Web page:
Sign In | Create an Account | Welcome, . My Account | Logout | Subscribe | Submit News | School Notes | Contact Us | All Access E-Edition | Home RSS

MAD MEN 7x04:
We have met the enemy

May 5, 2014 - Ray Eckenrode

Episode title: “The Monolith”

Significance: A direct reference to the angst-inspiring giant IBM computer being installed in a former lounge of Sterling Cooper and Partners, physically displacing the creative team and, of course, threatening to one day professionally displace them. In a beautiful dichotomy, Don recognizes the dawning information age as both the business opportunity of a lifetime (although his “the apple is right there” speech falls on deaf ears) and the work of the devil.

Time passages: The episode likely takes place in April of 1969 when the New York Mets have taken the field again and Joe Frazier is preparing to fight Dave Zyglewicz in Houston, Texas. The Frazier headline on the newspaper Don is reading and references to the not-yet-accomplished moon landing are the only time cues in the episode and it’s possible it’s June of 1969, when Frazier fought against Gerry Quarry, but the sleeping bags at the commune say spring, not summer, to us. Plus, April here in Episode #4 puts us on track for the moon landing in Episode #7, this mini-season’s finale, and Woodstock in Episode #8, the 2015 premiere.

Episode essay:
Actions have consequences.
If there’s a theme developing in the final season of “Mad Men” it’s that Matthew Weiner is not going to let any of these characters (and their six seasons of mostly bad behavior) off the hook easily. There might be forgiving, but there will be no forgetting.
In this episode, that starts with the ongoing communal comeuppance being brought upon Don by the partners and co-workers who once suffered (and to be fair, benefited) at his self-centered hands. There’s real glee in the eyes of Bert Cooper as he gloats about the firm doing “just fine” creatively without Don (although we’ve seen plenty of evidence that’s not really the case) and although Peggy realizes on some level what’s going on with Lou’s “divide and conquer” strategy that doesn’t mean she doesn’t relish giving orders to her former boss.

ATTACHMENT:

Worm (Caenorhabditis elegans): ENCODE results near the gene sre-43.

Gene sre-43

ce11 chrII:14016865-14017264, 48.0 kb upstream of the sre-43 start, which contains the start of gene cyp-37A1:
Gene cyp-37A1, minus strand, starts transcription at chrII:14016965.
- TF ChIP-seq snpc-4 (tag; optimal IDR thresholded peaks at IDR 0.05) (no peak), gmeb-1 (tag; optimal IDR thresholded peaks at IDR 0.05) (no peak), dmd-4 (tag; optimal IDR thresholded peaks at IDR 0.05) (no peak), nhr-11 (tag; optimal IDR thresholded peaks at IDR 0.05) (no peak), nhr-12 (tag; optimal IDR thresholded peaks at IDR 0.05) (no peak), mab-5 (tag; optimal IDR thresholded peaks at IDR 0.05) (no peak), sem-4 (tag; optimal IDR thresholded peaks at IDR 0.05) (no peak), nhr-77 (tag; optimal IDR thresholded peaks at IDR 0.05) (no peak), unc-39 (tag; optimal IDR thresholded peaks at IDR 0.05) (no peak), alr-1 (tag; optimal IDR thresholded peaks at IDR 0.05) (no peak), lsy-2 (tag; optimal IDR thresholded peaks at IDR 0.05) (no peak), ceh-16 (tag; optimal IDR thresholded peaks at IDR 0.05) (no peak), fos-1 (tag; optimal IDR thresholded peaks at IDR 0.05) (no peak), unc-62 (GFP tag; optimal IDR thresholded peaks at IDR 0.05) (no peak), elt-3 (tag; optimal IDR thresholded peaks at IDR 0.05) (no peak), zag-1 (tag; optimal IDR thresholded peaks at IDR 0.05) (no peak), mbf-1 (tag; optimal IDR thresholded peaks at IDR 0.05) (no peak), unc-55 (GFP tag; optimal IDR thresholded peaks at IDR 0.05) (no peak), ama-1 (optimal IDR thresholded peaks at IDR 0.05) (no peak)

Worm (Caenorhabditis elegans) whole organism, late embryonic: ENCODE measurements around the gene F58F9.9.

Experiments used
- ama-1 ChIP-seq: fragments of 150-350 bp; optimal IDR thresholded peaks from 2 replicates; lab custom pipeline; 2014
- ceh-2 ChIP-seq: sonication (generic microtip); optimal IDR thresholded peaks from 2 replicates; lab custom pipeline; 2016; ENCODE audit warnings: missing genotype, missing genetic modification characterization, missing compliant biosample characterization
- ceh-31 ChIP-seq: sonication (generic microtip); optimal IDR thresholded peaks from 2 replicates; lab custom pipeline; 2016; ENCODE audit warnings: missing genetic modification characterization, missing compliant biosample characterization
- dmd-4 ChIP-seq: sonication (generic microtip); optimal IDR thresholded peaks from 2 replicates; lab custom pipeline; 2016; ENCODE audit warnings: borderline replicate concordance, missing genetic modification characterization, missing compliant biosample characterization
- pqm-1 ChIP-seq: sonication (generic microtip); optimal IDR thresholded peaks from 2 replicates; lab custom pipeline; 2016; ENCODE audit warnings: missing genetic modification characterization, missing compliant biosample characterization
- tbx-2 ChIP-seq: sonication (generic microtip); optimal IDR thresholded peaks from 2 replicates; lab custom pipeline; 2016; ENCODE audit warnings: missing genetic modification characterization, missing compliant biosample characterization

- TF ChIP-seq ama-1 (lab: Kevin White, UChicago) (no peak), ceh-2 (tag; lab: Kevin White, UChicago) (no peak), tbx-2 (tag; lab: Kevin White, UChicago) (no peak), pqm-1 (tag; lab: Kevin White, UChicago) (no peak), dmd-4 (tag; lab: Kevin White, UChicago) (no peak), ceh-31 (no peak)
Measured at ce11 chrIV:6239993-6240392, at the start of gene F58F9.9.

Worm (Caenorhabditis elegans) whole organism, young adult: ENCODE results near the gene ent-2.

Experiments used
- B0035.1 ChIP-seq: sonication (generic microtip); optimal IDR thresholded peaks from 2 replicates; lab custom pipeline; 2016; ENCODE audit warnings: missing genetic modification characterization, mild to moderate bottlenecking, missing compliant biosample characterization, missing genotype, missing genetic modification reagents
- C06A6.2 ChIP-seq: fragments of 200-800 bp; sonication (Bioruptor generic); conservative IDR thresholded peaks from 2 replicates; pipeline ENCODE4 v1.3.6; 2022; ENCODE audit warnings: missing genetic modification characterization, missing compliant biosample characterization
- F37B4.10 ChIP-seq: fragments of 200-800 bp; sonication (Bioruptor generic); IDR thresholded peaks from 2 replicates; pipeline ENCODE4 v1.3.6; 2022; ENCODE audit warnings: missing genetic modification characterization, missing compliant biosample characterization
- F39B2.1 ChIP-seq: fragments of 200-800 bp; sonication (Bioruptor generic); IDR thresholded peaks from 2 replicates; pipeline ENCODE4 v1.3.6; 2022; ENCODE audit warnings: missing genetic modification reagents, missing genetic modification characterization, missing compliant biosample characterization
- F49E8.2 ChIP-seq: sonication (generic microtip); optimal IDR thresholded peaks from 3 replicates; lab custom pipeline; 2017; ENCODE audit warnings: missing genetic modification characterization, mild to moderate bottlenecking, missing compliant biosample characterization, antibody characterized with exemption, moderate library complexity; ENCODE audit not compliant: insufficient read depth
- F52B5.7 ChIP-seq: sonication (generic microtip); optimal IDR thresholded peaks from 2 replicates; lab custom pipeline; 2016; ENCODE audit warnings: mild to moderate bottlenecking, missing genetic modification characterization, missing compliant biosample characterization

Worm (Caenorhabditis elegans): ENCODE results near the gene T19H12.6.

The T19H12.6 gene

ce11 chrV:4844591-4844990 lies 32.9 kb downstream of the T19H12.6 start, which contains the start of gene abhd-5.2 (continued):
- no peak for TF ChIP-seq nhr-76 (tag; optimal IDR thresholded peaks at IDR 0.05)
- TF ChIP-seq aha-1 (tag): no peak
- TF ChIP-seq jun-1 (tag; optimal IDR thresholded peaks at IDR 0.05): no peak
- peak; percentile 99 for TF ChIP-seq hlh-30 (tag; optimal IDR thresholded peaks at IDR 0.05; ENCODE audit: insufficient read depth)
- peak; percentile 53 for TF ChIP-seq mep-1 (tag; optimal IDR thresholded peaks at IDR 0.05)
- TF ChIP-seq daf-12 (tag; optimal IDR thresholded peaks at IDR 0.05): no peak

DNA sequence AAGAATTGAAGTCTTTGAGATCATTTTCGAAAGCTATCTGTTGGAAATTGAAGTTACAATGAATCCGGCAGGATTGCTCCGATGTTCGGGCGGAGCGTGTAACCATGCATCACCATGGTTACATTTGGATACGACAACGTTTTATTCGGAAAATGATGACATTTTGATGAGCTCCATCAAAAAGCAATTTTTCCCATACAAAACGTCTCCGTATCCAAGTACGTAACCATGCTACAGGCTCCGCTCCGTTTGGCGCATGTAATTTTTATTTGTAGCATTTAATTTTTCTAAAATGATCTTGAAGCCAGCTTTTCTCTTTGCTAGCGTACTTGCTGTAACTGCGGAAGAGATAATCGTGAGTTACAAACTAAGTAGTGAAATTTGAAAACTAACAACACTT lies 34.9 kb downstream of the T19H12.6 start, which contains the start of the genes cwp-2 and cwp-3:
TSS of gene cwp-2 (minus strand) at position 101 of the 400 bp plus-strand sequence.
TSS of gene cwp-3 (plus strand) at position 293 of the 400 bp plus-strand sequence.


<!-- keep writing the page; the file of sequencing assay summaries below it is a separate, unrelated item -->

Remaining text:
Last week, we saw evidence that Don was making real progress toward needed change in his life. This week, we were reminded that change is not a straight line and there’s plenty of zigzagging involved. Faced with the humiliating circumstances at work, he falls back into a (stolen) bottle of vodka. But even in that state of inebriation, Don isn’t ready to go back to rock bottom (which is what everyone expects him to do) and decides (perhaps subconsciously) to call the one man who can help him navigate this particular zag in his personal recovery.
Freddy Rumsen’s deft touch in helping Don avoid an office scene (that would have gotten him fired) is expected, given Freddy’s years of experience in doing same, but his on-point personal advice to “just do the work” (perhaps the precursor to a more famous “just do it” slogan) is a revelation to Don and leaves him clean, sober and typing away at his Selectric by episode’s end.
Meanwhile, in upstate New York, Roger Sterling receives a different kind of communal cosmic message, from daughter Margaret, now Marigold, who’s fled to a hippie enclave, leaving behind the Manhattan rat race, that lurking technological bogeyman and her your son to shack up with the head hippie. (“There’s always a hierarchy,” Roger pointedly and correctly reminds the starry eyed flower children.)